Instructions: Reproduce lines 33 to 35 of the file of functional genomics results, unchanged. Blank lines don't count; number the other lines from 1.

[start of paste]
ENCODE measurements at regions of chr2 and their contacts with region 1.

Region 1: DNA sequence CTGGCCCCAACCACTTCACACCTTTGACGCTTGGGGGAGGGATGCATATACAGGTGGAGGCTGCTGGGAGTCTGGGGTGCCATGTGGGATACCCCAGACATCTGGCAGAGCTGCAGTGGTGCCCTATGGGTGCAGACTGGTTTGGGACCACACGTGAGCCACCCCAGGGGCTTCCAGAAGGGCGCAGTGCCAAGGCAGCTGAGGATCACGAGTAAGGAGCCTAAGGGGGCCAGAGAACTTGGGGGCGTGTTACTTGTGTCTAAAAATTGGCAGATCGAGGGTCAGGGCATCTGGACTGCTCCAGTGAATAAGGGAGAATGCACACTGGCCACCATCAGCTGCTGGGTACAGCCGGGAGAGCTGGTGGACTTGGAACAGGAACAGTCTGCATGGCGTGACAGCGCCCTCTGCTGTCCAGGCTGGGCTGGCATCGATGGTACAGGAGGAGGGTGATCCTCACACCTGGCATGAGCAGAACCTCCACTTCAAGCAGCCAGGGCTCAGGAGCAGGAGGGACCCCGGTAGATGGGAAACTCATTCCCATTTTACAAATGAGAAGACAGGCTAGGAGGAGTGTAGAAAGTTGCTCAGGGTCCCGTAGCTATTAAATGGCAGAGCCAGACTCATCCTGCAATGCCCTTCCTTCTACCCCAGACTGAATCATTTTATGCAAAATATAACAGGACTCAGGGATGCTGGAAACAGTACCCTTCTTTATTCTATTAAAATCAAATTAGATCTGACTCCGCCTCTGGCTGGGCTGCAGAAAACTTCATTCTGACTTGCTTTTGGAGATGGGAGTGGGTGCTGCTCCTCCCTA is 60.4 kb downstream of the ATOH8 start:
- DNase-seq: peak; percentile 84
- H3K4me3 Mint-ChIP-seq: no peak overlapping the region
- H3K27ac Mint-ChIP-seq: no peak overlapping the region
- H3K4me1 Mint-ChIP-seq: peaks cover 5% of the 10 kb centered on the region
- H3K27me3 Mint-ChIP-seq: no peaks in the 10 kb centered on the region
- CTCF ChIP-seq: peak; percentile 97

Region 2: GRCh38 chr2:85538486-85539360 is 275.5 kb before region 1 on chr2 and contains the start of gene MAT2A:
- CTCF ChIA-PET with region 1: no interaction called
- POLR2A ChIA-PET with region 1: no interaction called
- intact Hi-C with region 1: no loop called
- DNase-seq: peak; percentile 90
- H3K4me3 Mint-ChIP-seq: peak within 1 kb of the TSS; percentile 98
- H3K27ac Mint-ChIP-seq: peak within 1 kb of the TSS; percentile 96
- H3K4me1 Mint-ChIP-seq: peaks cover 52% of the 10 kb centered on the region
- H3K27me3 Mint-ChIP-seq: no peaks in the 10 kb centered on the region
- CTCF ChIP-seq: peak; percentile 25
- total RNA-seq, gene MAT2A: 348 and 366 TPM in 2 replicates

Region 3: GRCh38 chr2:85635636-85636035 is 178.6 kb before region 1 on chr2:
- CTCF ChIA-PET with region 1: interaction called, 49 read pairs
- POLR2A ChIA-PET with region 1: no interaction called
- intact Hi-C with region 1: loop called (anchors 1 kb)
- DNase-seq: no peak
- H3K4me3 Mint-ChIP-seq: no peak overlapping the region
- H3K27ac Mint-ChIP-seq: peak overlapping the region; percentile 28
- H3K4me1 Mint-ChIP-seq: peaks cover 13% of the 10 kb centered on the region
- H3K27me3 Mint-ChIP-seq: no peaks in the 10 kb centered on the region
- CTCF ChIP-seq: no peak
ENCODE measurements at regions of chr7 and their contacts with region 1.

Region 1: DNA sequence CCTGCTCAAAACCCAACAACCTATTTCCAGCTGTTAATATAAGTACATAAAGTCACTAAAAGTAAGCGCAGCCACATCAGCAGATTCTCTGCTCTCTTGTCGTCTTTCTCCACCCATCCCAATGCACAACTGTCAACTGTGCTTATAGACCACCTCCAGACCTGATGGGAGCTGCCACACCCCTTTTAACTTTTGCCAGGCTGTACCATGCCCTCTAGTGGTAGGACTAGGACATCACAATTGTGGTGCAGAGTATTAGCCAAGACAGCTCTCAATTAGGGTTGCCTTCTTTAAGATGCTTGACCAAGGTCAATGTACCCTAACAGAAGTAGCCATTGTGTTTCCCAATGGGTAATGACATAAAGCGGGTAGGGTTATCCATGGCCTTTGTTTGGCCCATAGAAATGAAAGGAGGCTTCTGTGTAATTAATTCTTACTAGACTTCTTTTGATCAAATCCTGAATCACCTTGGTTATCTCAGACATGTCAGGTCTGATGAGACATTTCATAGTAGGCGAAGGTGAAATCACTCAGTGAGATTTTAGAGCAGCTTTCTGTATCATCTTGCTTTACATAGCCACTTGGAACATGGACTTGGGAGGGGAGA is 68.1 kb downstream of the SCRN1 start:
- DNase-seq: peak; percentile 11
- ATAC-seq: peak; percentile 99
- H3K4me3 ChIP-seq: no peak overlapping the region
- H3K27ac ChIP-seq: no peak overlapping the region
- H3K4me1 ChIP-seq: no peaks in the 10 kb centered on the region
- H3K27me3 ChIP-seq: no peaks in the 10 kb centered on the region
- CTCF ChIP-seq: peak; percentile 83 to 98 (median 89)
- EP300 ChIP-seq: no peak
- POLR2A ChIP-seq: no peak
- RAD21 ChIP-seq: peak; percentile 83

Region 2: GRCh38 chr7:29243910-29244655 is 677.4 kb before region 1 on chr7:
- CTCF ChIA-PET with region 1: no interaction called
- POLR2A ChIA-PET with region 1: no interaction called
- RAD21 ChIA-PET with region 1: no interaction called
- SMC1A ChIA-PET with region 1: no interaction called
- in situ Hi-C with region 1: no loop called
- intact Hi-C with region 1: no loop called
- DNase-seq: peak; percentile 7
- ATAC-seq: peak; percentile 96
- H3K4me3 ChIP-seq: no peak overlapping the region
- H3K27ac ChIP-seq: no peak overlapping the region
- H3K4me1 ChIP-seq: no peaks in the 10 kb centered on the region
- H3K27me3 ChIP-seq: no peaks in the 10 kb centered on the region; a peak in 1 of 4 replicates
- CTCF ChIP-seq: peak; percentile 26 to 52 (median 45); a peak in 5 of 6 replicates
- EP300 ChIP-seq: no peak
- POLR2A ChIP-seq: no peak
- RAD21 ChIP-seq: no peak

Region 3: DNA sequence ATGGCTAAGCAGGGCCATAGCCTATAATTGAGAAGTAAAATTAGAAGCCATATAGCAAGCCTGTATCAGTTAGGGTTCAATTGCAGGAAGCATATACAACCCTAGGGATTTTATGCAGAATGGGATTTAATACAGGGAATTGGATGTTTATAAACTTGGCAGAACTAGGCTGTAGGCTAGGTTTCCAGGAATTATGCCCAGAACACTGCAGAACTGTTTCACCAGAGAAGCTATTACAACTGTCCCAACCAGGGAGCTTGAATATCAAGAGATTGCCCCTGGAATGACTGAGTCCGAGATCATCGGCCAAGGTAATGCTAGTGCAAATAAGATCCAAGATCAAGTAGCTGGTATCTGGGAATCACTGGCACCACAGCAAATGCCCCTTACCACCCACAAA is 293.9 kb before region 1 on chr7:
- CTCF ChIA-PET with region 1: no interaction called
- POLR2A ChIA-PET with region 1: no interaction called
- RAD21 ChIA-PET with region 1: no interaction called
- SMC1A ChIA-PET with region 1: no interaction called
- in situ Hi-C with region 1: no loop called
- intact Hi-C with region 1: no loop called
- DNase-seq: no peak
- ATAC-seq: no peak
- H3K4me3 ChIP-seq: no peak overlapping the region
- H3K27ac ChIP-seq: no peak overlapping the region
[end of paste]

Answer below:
- ATAC-seq: peak; percentile 99
- H3K4me3 ChIP-seq: no peak overlapping the region
- H3K27ac ChIP-seq: no peak overlapping the region